'Fake Weather' prominent during 2017 hurricane season

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By: Charles Roop | WCTV Pinpoint Weather
May 31, 2018

TALLAHASSEE, Fla. (WCTV) —For the last few years, there has been a phrase uttered by those in political circles.

“Fake news.”

But it's not just news. It’s weather, too. And there was a flood of it during the 2017 Atlantic hurricane season. Posts on the web and social media included fake or misleading videos, images, and forecasts. 

For instance, an image floated around Facebook looking like an official forecast of Hurricane Irma from the National Hurricane Center. The map depicted the hurricane making its way to Texas two weeks out. But that should have been a red flag because it was not real.  It was altered. The real NHC forecasts only go out to five days. 

“In terms of seven to ten days out, we really don't have that type of knowledge,” said Tyler Fricker, a Ph.D. candidate at Florida State University who studies societal impacts from weather.

But it didn’t stop there in 2017. There were plenty of other fake posts.

"You'll get the doomsday - this is going to be horrible...This is going to be the worst you'll ever see,” Fricker noted as another example.

One story from a fake news site claimed that Irma would become a category six storm. Yep - category six. That would be a first because no such category exists.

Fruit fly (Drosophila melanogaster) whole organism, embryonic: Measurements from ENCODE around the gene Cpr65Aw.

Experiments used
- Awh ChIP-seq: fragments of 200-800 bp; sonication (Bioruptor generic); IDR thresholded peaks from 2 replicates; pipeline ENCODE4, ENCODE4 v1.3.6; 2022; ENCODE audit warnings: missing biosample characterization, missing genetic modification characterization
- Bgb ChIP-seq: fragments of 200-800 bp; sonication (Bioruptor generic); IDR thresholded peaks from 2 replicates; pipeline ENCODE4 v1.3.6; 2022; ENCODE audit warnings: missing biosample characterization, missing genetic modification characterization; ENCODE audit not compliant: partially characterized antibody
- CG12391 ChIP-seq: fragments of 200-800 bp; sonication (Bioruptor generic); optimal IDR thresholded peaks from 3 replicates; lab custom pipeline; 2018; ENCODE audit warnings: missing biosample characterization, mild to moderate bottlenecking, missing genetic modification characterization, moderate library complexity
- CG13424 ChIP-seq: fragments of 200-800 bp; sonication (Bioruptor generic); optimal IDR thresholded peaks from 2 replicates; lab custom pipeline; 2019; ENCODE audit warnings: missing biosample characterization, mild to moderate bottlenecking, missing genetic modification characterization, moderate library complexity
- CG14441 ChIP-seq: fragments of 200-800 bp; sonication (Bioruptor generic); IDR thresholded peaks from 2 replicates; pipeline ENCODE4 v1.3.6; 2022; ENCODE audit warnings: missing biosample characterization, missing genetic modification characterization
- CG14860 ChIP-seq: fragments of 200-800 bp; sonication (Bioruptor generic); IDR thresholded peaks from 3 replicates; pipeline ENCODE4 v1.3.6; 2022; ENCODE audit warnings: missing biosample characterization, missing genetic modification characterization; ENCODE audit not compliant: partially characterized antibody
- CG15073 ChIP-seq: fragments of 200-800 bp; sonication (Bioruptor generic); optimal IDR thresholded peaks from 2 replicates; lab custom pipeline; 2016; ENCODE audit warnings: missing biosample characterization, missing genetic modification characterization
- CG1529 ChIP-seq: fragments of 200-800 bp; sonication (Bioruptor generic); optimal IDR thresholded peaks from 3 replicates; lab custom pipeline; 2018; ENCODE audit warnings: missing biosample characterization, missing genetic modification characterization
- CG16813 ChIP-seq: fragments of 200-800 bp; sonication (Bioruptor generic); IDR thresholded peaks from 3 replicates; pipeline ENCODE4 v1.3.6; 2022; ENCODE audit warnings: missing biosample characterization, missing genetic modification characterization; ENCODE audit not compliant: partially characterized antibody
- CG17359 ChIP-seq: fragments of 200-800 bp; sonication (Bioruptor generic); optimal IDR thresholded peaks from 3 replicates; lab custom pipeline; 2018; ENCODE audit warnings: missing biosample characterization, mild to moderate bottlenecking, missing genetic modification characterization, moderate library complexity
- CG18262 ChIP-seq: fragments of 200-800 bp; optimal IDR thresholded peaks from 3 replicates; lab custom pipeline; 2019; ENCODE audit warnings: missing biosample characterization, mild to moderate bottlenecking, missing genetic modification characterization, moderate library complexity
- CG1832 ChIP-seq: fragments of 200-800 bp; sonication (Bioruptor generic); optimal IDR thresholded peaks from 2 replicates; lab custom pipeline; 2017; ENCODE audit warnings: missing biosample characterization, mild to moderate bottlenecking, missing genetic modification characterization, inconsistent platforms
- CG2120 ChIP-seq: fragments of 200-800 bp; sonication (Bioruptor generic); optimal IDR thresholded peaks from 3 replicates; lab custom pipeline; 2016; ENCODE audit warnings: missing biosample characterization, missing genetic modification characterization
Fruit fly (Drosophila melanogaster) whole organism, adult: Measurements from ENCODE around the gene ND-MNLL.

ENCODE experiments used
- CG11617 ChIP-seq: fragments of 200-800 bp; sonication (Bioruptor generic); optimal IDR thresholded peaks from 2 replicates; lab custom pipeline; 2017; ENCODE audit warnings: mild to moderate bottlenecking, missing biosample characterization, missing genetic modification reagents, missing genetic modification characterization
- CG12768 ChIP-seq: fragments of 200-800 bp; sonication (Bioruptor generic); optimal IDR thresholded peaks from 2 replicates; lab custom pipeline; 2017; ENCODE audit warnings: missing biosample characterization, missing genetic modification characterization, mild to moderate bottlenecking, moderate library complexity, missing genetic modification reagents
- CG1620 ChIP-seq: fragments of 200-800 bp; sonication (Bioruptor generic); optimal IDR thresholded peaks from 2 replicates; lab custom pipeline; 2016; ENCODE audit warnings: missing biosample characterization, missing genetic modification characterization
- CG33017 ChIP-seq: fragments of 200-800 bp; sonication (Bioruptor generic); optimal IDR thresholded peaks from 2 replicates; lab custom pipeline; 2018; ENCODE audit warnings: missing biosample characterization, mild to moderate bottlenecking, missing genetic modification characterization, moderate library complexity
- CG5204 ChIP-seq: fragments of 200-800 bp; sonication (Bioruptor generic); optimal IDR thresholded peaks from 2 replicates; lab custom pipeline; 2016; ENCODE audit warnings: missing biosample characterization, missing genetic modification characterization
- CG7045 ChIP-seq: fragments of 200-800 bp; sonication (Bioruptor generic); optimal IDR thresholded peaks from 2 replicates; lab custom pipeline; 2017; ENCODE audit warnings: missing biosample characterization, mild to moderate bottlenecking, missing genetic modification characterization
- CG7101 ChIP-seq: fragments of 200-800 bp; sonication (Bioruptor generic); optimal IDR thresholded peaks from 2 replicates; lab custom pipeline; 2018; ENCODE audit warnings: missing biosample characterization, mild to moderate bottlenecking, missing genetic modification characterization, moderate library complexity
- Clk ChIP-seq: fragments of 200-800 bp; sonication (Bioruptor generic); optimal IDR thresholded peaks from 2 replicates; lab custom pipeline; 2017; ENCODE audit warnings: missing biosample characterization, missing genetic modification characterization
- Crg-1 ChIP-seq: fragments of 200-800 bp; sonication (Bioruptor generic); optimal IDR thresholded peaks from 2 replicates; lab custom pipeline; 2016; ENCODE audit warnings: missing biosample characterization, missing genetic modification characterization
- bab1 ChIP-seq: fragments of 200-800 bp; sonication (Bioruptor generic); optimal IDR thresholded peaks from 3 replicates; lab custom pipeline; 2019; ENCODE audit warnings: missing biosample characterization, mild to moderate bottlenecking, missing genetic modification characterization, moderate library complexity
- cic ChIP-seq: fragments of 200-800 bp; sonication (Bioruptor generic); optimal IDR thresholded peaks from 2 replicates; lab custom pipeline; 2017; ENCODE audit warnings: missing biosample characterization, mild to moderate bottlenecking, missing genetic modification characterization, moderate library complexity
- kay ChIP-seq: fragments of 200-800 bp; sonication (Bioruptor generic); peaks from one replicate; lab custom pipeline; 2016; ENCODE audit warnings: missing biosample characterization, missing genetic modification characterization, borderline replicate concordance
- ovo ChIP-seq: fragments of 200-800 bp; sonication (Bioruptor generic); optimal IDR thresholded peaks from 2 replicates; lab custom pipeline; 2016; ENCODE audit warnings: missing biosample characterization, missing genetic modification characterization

But, wait. There’s more.

There were claims floating around that hurricanes are geo-engineered. A social media post claimed that storms like Harvey and Irma were programmed to attack the United States. Yea, no. That’s doesn’t happen. It’s fiction.

"It's hard enough to not just forecast hurricanes,” Fricker said. “It's another thing to add this layer of we have to go to the public and reassure them that this is not the path. So, it just makes everyone work harder."

Given all the flow of good information - and bad - it begs the question: Who should you trust? Well, there’s always our forecasts from the Pinpoint Weather Team. You can also look to others who are experienced and have a proven track record. 

"If you are on Twitter, I want a blue check. At least I want to know that the person behind that the person behind that Twitter handle works at a university or works in that field." 

Doing a bit of research, along with the ability to sniff out the bad, will lead you to accurate information and a forecast this season.



 
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